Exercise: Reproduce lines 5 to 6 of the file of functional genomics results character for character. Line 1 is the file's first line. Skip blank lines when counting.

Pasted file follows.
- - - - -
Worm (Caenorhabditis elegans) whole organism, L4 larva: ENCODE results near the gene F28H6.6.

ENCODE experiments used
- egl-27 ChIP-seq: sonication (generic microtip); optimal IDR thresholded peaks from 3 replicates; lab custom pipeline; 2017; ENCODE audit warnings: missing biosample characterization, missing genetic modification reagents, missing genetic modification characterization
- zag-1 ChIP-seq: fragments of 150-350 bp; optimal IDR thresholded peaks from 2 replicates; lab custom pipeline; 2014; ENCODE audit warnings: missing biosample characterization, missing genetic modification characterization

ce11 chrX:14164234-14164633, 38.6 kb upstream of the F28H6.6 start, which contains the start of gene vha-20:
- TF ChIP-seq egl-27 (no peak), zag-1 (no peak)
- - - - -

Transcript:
ce11 chrX:14164234-14164633, 38.6 kb upstream of the F28H6.6 start, which contains the start of gene vha-20:
- TF ChIP-seq egl-27 (no peak), zag-1 (no peak)